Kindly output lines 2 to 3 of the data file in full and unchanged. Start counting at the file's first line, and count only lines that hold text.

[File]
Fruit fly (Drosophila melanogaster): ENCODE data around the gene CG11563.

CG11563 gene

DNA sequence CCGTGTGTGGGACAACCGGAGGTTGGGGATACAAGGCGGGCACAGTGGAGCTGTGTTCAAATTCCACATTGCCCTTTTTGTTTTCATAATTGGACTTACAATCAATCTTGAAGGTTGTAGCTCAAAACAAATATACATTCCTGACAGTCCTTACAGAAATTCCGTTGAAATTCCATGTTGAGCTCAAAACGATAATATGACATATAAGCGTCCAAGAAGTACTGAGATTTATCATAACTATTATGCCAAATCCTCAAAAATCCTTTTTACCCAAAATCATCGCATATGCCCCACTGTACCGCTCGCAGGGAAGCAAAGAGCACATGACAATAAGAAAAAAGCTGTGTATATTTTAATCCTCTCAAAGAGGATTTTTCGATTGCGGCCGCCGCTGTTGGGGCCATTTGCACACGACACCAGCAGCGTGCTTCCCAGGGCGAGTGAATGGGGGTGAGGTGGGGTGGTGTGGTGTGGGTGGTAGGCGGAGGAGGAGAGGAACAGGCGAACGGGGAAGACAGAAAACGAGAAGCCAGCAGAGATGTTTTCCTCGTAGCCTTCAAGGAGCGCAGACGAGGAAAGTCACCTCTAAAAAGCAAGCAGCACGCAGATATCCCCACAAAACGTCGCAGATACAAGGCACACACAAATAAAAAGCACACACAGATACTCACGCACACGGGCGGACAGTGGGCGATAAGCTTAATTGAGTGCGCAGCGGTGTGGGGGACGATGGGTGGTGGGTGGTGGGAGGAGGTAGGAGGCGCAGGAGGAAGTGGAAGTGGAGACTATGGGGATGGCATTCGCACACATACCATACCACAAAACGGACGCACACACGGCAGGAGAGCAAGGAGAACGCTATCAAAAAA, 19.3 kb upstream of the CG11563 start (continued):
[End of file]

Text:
CG11563 gene

DNA sequence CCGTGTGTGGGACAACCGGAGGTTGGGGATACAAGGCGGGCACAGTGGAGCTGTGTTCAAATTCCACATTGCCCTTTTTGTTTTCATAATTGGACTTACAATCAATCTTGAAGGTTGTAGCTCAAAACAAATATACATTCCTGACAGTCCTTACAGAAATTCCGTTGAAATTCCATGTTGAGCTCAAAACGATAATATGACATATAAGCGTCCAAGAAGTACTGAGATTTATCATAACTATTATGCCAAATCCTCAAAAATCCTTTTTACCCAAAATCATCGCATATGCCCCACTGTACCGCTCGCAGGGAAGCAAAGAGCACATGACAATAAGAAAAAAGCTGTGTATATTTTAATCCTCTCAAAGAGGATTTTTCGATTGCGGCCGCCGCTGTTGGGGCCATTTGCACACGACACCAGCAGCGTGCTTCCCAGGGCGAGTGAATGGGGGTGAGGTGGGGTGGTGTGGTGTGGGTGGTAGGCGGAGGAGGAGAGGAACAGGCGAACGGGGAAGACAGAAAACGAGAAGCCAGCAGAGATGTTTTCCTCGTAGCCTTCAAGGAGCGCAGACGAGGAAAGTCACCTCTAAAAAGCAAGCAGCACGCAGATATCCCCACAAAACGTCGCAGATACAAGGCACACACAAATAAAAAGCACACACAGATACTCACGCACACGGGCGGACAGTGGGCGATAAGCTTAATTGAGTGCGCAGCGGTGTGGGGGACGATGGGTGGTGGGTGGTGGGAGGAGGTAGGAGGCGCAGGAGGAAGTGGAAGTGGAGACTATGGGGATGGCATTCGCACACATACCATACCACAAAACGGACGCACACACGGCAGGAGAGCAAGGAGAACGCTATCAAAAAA, 19.3 kb upstream of the CG11563 start (continued):